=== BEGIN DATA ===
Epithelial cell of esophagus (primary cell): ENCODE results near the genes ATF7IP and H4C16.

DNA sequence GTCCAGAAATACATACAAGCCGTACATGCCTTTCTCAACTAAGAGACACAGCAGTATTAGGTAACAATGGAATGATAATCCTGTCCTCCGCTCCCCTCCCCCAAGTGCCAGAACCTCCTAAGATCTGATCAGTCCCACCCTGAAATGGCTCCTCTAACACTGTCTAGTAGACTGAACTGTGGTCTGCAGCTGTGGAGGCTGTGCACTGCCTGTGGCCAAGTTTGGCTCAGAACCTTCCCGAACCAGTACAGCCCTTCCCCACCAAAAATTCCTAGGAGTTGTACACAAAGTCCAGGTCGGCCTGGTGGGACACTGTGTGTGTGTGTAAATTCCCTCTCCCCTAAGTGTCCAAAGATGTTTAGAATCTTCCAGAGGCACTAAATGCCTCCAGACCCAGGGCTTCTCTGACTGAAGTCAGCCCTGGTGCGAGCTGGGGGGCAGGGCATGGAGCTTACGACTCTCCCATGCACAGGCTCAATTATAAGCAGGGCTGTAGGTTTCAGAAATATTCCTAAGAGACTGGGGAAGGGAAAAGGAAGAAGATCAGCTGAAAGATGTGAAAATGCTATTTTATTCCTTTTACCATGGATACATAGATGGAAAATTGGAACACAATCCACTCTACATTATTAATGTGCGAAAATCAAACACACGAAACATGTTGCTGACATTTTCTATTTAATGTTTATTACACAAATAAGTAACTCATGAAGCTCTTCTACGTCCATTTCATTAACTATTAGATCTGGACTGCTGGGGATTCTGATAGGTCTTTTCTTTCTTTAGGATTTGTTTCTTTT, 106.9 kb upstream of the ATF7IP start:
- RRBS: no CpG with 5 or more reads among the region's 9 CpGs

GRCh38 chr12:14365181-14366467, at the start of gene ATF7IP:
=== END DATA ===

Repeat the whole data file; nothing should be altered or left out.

Epithelial cell of esophagus (primary cell): ENCODE results near the genes ATF7IP and H4C16.

DNA sequence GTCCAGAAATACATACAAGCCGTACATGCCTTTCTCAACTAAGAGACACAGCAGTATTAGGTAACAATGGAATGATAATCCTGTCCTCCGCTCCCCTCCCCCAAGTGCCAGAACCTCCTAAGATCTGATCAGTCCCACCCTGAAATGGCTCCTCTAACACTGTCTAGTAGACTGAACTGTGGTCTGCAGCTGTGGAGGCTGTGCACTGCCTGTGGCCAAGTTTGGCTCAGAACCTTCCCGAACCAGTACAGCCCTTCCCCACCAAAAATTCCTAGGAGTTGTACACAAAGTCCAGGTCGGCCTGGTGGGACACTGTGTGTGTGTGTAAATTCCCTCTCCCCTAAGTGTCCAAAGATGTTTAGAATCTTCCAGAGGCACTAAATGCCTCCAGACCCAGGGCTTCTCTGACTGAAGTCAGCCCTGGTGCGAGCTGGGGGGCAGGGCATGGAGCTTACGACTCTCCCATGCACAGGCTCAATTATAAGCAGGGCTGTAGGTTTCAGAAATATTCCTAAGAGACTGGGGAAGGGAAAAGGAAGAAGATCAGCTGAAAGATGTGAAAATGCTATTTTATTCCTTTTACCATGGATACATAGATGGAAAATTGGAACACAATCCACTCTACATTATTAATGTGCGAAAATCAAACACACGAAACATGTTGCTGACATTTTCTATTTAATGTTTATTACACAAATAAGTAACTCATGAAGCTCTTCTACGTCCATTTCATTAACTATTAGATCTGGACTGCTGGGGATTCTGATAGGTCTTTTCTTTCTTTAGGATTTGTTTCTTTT, 106.9 kb upstream of the ATF7IP start:
- RRBS: no CpG with 5 or more reads among the region's 9 CpGs

GRCh38 chr12:14365181-14366467, at the start of gene ATF7IP: